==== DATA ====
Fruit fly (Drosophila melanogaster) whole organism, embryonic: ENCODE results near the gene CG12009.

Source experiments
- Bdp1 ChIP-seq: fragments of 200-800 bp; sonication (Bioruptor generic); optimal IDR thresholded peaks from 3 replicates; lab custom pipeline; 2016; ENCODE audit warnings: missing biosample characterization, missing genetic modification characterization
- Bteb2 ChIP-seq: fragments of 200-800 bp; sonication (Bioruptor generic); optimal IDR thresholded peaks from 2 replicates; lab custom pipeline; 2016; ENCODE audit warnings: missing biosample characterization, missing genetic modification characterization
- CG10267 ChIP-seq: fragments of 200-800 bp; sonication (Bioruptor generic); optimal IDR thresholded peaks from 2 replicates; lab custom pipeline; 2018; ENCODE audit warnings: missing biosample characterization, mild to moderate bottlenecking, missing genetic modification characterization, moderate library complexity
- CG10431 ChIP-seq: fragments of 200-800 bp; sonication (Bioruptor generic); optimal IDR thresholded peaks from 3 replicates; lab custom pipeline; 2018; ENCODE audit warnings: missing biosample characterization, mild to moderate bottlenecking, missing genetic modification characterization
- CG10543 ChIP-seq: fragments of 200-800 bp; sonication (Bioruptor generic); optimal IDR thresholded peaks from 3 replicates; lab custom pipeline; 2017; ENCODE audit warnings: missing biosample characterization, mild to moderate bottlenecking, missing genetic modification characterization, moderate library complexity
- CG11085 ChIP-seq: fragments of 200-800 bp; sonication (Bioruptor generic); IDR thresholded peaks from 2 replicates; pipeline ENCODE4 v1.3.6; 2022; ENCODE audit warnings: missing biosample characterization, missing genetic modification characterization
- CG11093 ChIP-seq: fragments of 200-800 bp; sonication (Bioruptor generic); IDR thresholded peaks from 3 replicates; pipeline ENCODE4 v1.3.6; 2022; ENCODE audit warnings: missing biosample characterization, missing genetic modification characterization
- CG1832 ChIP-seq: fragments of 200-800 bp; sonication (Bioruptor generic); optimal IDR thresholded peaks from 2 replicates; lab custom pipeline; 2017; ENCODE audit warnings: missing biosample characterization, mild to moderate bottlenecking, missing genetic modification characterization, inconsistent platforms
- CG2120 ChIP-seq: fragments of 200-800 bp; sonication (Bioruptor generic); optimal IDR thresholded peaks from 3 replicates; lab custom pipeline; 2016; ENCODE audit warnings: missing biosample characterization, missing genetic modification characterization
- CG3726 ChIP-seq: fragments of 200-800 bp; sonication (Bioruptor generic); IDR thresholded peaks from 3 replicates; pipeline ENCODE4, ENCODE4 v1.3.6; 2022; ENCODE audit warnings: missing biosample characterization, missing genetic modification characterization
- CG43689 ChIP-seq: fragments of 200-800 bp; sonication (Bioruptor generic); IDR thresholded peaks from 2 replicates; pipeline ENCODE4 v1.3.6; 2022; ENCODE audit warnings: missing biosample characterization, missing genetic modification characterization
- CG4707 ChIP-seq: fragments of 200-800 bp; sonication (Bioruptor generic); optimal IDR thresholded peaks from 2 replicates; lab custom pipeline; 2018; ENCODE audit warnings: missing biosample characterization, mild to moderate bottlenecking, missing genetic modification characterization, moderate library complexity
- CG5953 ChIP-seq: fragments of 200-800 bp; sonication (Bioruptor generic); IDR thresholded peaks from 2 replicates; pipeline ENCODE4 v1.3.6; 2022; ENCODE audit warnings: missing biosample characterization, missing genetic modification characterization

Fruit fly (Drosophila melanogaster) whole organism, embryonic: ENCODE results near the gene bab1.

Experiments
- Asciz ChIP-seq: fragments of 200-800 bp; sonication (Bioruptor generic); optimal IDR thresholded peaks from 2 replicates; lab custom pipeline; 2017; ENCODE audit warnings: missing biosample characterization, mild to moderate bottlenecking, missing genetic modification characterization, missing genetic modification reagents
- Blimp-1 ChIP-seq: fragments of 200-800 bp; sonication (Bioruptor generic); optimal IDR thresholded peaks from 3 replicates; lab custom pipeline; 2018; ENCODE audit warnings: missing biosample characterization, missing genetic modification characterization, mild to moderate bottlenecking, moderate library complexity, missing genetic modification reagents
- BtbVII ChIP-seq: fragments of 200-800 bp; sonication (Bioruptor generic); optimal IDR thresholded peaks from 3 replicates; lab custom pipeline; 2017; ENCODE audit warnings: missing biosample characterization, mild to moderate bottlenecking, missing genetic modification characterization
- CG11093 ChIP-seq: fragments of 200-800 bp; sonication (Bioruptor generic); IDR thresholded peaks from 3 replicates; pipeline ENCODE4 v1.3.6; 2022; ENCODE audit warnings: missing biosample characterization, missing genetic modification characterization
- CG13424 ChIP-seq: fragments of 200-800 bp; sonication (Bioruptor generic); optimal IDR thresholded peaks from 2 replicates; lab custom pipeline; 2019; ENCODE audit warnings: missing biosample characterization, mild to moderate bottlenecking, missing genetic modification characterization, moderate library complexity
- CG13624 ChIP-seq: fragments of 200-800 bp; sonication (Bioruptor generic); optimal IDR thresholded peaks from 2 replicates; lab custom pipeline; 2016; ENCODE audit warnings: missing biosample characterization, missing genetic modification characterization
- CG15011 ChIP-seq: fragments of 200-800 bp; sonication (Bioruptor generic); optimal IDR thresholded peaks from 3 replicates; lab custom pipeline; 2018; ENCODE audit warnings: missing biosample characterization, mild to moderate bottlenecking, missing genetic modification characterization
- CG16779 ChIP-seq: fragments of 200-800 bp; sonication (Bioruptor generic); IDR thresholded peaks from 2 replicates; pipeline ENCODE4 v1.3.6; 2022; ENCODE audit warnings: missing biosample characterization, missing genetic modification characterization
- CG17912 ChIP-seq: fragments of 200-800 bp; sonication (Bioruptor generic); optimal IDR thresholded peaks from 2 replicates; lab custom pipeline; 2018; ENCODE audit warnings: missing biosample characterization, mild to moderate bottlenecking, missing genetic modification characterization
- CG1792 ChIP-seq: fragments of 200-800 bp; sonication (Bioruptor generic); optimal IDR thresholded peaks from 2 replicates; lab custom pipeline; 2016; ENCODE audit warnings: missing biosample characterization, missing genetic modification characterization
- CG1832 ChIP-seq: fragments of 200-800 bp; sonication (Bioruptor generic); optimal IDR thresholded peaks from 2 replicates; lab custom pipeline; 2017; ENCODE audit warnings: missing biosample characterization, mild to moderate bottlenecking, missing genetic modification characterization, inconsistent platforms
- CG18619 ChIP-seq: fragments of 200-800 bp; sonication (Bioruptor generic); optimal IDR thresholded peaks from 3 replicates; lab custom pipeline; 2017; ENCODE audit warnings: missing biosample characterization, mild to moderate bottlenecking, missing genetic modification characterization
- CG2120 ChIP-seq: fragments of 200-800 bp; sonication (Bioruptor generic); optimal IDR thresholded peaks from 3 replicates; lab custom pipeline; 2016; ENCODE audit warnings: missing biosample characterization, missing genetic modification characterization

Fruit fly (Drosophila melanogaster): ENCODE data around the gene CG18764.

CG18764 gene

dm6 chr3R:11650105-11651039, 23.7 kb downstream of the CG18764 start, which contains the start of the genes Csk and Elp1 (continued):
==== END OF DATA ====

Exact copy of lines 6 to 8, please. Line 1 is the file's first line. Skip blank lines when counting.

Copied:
- CG10431 ChIP-seq: fragments of 200-800 bp; sonication (Bioruptor generic); optimal IDR thresholded peaks from 3 replicates; lab custom pipeline; 2018; ENCODE audit warnings: missing biosample characterization, mild to moderate bottlenecking, missing genetic modification characterization
- CG10543 ChIP-seq: fragments of 200-800 bp; sonication (Bioruptor generic); optimal IDR thresholded peaks from 3 replicates; lab custom pipeline; 2017; ENCODE audit warnings: missing biosample characterization, mild to moderate bottlenecking, missing genetic modification characterization, moderate library complexity
- CG11085 ChIP-seq: fragments of 200-800 bp; sonication (Bioruptor generic); IDR thresholded peaks from 2 replicates; pipeline ENCODE4 v1.3.6; 2022; ENCODE audit warnings: missing biosample characterization, missing genetic modification characterization